As Avengers: Endgame passes Avatar to become the highest-grossing movie of all time, it's worth remembering that only 4 of the 40 movies to pass the $1 billion mark are original stories. Prior to its long-awaited release earlier this year, many speculated that Avengers: Endgame could topple the box office dominance of James Cameron's Avatar but, despite attaining gargantuan success, Marvel's finest fell just short of that goal. In what some saw as a slightly gratuitous move considering Disney owns both franchises anyway, Marvel Studios re-released Avengers: Endgame and Kevin Feige announced at San Diego Comic Con 2019 that the movie had overtaken its blue rivals. With Spider-Man: Far From Home also now passing the $1 billion mark, 40 movies have hit that coveted milestone.
The lack of original movies in modern cinema is not just a current phenomenon. For several decades, the increasing reliance on sequels, remakes, spinoffs and adaptations has been lampooned and criticized both by spectators and within the movie business itself. Despite the backlash, however, studios seem compelled to continue the trend, and with the recent advent of studio-specific streaming services and shared cinematic universes, the future looks even more bleak for lovers of original movies.
Of the 40 films to have grossed over a $1 billion at the worldwide box office (via BoxOfficeMojo), only Avatar, Titanic, Frozen and Zootopia offer original stories. The remaining 90% are either adaptations of comic books or novels, sequels, remakes of old movies, franchise spinoffs or reboots of a dormant property. It's important to note that these figures are not adjusted for inflation which, along with rising ticket prices and more theaters being opened, has a significant impact on rankings. There is, however, still a noticeable dearth of original stories in either case.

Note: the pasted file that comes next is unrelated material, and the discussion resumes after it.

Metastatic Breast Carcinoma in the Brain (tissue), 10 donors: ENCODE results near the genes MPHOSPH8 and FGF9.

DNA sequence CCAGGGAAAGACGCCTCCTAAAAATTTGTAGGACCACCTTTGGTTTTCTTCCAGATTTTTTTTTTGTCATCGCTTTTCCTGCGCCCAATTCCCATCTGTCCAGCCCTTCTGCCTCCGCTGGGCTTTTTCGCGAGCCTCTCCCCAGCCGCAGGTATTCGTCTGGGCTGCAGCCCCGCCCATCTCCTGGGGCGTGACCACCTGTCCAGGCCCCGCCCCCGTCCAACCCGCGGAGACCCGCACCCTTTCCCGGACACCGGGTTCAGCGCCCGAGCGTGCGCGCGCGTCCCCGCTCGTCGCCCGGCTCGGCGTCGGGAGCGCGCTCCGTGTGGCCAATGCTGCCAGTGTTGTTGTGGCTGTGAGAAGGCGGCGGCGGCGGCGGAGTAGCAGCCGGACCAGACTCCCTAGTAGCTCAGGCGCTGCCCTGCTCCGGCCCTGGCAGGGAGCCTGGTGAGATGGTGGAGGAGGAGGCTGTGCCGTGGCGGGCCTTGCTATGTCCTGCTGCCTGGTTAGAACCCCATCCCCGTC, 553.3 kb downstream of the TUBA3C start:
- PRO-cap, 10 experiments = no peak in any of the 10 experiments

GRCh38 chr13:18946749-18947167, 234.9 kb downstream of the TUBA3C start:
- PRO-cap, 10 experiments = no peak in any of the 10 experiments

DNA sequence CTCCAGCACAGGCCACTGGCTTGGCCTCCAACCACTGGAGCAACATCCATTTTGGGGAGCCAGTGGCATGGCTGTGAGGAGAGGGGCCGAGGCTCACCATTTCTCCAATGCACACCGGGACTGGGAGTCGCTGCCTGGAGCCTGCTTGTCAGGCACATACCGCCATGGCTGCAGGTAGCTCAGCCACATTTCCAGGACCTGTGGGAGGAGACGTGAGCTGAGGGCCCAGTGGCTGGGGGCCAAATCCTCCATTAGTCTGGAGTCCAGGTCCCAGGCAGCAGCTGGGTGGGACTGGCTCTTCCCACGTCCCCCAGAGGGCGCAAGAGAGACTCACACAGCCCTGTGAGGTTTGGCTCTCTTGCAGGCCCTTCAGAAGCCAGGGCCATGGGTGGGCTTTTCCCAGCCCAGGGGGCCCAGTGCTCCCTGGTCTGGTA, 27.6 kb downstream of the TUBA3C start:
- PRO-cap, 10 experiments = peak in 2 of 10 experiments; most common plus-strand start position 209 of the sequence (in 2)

It's clear that movie studios intentionally lean away from fresh material and the motivations for this are fairly clear. Essentially, it's more financially viable. Sequels, remakes and spinoffs come with ready-made fan bases and therefore represent far less financial risk. If a property has already proved itself lucrative, a follow-up is a far safer bet and a much easier sell than a new idea nobody's heard of. Depending on the specific franchise, sequels and remakes can also be simpler to produce, as a foundation for the story and characters is already in place.
Some may argue whether this is necessarily a negative. After all, if people are spending more money on sequels and remakes, surely that means they're popular?
The main problem lies within the quality of those releases. While some franchises can release one great movie after another (Toy Story, the MCU, Back To The Future, High School Musical), the majority embark on a journey of slowly diminishing returns until the studio deems the property no longer financially attractive. Sequels are rarely better than their predecessors, and threequels often downright bad. Movie-goers buy tickets to these films hoping for the same experience they enjoyed the first time around, and are generally let down, but it's often that hope shifting the tickets, rather than the quality of the movie itself.
Creative diversity is also a major issue. Those 40 $1 billion releases all fall within only a small handful of genres and while all blockbusters, original or otherwise, will always be somewhat formulaic, an increase in original stories would help shake-up cinematic output at a time when the industry is under serious threat from the rise of streaming services.
Perhaps the most depressing thing about this lack of original movies is what fans could be missing out on. Each of the four original releases listed above achieved great things, despite not being an established franchise. Avatar and Titanic may have had their detractors, but both became historic, landmark movies that required a leap of faith to put into production. Similarly, Frozen went on to become one of Disney's biggest ever animated features, exceeding every expectation placed upon it, while Zootopia was released to rave reviews. The question must be asked, how many other potential Avatars or Frozens have been tossed aside to make room for another Fast & Furious, now edging towards double digits, or another remade 80s horror movie?
Movie fans watch sequels and remakes chasing the feelings they experienced when first witnessing the original, but without that initial leap of faith on a brand new story, those franchises would never have grown and blossomed. Even Avengers: Endgame had to start with Marvel taking a punt on a brand new comic idea. A more even balance is needed if fresh franchises are to replace those coming to the end of their lifespan.
Source: Box Office Mojo